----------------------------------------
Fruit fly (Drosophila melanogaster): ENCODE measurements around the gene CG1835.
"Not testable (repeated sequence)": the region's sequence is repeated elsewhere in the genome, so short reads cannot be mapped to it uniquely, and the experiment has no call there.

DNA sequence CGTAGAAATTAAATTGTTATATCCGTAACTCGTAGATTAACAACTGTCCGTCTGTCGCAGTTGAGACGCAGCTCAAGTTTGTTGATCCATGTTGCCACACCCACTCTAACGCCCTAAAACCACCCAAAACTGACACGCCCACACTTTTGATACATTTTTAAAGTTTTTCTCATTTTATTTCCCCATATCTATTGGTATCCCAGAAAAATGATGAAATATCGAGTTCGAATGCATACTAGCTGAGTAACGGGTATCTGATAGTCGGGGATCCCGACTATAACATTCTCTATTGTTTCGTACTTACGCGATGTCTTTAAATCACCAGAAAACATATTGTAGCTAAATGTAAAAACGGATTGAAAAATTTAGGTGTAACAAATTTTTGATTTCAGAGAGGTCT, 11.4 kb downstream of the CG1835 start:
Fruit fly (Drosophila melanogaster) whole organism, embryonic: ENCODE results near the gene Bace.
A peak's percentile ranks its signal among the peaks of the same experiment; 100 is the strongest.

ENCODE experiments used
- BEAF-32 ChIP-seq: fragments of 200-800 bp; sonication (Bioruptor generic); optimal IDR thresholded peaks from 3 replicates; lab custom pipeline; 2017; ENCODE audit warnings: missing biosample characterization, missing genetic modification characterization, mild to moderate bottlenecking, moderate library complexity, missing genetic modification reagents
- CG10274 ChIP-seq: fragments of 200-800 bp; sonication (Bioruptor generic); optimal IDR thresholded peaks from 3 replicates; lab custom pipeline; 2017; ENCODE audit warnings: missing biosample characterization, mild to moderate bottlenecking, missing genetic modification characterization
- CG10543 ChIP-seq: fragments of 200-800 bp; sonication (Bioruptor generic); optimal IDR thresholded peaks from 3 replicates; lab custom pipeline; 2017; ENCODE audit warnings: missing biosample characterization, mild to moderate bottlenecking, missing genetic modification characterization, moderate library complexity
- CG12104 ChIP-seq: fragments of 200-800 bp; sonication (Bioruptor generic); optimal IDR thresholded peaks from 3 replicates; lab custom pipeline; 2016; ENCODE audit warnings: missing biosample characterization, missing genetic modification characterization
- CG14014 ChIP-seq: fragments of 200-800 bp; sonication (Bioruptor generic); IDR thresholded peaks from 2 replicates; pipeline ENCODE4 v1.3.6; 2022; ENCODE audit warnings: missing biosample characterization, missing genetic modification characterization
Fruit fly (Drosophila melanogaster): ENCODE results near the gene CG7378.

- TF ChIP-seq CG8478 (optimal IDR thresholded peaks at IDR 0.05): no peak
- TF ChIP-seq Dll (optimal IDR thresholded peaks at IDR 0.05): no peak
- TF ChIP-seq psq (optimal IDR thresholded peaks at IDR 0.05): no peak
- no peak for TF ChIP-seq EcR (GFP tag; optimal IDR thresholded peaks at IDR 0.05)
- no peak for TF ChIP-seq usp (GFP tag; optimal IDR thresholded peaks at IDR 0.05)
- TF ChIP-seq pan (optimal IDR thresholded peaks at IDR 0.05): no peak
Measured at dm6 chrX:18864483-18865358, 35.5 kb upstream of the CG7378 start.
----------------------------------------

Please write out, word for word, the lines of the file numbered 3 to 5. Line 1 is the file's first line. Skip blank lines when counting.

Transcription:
DNA sequence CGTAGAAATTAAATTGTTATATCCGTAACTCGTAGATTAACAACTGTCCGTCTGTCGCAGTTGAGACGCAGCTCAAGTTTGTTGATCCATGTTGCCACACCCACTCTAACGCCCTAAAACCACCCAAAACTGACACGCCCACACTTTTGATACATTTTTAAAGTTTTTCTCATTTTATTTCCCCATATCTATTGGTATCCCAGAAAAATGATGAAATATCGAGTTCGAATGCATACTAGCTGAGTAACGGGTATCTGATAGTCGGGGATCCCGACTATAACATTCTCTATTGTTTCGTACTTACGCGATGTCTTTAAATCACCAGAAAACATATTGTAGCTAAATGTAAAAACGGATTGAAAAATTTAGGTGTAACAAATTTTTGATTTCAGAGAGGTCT, 11.4 kb downstream of the CG1835 start:
Fruit fly (Drosophila melanogaster) whole organism, embryonic: ENCODE results near the gene Bace.
A peak's percentile ranks its signal among the peaks of the same experiment; 100 is the strongest.